One of the hassles of working in software/hardware development or product support is running multiple operating systems to check that what works under, say, Windows ME, will also work under Windows 2000. You can do it by swapping hard drives or by using multiple partitions, but a more elegant solution is Virtual PC.
Like vmware under Unix, Virtual PC emulates a PC in software. This means that you can run several different operating systems at once, all from within Windows. Connectix recommends Windows NT4 (service pack 6+), Windows ME or Windows 2000 as the host operating system. In our tests, Windows 98 SE worked fine too, although it’s not officially supported.
Installation of the program takes just a few minutes. After that you simply set up a virtual machine, choosing the amount of RAM it will have access to, where to store the disk image (which conveniently expands and shrinks dynamically as you add data to it) and what to call it.
The emulated PC has a Pentium processor, an Intel motherboard, an S3 graphics card, an MR BIOS, plus memory and one or more hard drives. If your PC has a CD-ROM drive and floppy drive, those will be accessible too, as will any serial and parallel ports and the sound card. You can select whether or not any of these are active in any particular virtual machine.
When you launch the virtual machine it’ll prompt you for a boot disk, at which point you’re ready to install the application of your choice. To save hassle, Connectix has various OS packs available as optional extras, which include the product licence and pre-configured, pre-installed operating system.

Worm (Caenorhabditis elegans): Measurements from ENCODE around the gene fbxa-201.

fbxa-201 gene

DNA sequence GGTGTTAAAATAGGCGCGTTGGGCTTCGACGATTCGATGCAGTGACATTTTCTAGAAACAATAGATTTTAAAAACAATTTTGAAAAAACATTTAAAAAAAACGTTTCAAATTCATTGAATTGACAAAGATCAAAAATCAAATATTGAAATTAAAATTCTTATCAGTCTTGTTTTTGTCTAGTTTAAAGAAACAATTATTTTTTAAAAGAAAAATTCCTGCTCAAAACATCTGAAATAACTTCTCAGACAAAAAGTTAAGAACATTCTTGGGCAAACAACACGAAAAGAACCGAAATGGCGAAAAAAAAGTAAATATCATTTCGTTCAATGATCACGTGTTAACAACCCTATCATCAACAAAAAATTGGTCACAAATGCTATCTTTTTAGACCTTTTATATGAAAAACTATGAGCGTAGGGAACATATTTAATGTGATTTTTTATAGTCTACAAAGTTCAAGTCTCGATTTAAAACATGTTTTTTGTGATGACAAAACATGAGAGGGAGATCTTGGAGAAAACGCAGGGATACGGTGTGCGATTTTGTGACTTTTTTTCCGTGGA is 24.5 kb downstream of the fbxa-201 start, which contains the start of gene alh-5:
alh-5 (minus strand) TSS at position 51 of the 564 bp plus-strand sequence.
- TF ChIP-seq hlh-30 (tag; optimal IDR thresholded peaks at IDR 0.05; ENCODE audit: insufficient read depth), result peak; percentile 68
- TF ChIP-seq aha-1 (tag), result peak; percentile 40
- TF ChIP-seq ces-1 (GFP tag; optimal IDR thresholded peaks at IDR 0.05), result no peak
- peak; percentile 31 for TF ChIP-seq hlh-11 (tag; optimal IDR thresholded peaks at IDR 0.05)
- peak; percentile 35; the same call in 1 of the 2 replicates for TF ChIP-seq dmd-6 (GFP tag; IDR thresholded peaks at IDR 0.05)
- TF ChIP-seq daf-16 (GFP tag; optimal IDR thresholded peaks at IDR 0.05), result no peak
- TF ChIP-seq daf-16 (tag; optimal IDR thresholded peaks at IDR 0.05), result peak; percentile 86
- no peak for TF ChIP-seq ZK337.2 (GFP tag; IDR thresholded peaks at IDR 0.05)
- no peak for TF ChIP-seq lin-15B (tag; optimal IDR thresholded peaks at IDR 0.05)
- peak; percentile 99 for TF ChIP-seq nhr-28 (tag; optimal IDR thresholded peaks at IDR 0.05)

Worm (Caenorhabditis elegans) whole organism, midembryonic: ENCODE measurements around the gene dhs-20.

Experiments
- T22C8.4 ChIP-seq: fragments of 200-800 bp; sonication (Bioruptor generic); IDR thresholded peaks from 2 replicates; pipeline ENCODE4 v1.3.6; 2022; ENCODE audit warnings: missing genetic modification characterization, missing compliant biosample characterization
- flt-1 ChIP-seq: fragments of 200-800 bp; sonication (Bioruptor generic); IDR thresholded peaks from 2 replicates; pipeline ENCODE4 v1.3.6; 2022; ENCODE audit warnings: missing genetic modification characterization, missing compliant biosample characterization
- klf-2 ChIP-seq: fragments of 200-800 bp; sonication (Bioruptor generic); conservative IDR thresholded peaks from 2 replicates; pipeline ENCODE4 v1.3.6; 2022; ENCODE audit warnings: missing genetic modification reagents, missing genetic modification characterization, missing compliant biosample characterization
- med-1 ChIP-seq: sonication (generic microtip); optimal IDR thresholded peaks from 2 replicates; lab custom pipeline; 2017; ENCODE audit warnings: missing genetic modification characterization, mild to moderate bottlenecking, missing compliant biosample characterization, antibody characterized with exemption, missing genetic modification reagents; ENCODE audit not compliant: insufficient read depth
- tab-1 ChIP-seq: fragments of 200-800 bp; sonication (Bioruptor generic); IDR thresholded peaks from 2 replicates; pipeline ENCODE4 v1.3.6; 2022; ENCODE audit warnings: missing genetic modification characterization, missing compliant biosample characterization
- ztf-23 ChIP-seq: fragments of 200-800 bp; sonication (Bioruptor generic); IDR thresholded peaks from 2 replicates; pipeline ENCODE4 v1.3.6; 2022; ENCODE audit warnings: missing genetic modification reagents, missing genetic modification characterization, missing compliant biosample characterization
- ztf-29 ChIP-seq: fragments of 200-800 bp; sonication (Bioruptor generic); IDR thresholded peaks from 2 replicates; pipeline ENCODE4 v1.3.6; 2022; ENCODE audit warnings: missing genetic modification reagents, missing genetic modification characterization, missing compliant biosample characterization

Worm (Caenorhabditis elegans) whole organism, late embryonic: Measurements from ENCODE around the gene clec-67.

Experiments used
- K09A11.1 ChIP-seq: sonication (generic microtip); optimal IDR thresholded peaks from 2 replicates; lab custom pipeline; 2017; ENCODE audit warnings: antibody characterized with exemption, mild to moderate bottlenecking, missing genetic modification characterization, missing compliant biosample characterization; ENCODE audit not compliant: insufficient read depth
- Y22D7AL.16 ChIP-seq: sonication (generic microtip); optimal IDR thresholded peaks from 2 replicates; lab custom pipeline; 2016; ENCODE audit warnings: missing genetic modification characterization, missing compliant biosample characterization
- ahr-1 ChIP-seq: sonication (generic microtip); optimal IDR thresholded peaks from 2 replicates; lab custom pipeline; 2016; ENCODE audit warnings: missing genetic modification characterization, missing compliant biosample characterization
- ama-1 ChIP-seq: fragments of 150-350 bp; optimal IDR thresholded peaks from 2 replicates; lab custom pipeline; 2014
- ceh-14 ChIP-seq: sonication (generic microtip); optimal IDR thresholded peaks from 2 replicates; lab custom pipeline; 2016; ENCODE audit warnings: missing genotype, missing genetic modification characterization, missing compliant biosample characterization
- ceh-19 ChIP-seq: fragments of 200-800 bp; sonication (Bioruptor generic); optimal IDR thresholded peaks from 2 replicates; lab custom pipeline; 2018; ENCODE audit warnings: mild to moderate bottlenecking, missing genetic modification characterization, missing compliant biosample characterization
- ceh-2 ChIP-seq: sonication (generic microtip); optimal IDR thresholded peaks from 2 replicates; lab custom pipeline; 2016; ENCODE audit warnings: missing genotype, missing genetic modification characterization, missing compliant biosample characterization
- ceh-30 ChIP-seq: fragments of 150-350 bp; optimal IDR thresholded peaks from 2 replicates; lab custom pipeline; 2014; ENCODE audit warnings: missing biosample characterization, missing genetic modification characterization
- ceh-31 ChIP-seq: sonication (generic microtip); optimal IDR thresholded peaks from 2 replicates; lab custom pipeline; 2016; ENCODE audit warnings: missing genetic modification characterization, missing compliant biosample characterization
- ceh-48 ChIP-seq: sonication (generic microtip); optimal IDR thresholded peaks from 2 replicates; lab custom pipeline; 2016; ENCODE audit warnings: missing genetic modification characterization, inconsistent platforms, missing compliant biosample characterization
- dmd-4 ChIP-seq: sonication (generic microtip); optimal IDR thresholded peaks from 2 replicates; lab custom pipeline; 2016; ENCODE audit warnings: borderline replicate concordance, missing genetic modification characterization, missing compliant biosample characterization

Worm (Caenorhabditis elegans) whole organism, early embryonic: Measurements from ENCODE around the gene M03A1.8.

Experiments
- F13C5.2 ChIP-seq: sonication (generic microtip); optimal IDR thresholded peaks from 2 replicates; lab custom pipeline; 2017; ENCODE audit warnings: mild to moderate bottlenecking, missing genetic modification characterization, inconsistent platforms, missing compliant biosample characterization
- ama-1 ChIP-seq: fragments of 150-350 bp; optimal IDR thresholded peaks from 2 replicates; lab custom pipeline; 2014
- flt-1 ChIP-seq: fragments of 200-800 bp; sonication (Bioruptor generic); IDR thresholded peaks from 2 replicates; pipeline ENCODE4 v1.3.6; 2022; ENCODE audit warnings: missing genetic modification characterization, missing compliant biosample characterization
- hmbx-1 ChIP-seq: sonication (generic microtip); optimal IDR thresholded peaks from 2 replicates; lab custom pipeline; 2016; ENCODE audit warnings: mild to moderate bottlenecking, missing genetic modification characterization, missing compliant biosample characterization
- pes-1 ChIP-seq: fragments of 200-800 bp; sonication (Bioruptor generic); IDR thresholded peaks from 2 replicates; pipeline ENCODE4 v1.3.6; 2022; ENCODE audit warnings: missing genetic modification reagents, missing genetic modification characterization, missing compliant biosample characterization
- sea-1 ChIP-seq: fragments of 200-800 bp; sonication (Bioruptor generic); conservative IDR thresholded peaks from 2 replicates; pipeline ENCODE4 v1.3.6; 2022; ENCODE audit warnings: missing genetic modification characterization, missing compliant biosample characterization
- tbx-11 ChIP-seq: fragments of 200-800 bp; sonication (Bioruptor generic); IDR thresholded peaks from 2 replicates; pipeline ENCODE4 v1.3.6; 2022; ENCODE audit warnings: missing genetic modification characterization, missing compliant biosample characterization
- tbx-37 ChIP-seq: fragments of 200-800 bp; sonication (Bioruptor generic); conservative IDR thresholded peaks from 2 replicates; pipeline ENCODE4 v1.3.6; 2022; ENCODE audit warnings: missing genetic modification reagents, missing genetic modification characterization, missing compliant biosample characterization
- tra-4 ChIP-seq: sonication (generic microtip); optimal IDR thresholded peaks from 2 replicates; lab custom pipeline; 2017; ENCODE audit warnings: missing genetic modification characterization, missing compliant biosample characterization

You can have several virtual machines running at once, all with different operating systems, and the control panel shows you – via a thumbnail image – what each machine is currently doing. You can switch to and from each virtual machine whenever you like, use the mouse (by clicking within the ‘screen’ space) and configure various ‘hardware’ and software parameters. You can even pause the virtual machines, or save their state and switch them off.
It all worked fine in our tests. We installed Windows 95 and (as you can see from the screenshot) Windows 3.11. Linux might be a tougher test of the program’s hardware emulation routines, but some versions are supported by Connectix (see the Web site for details of which). Those programs that make use of undocumented x86 features, such as some DOS games, are unlikely to run under Virtual PC, but from what we’ve seen, the majority of conventional software titles will work perfectly well.
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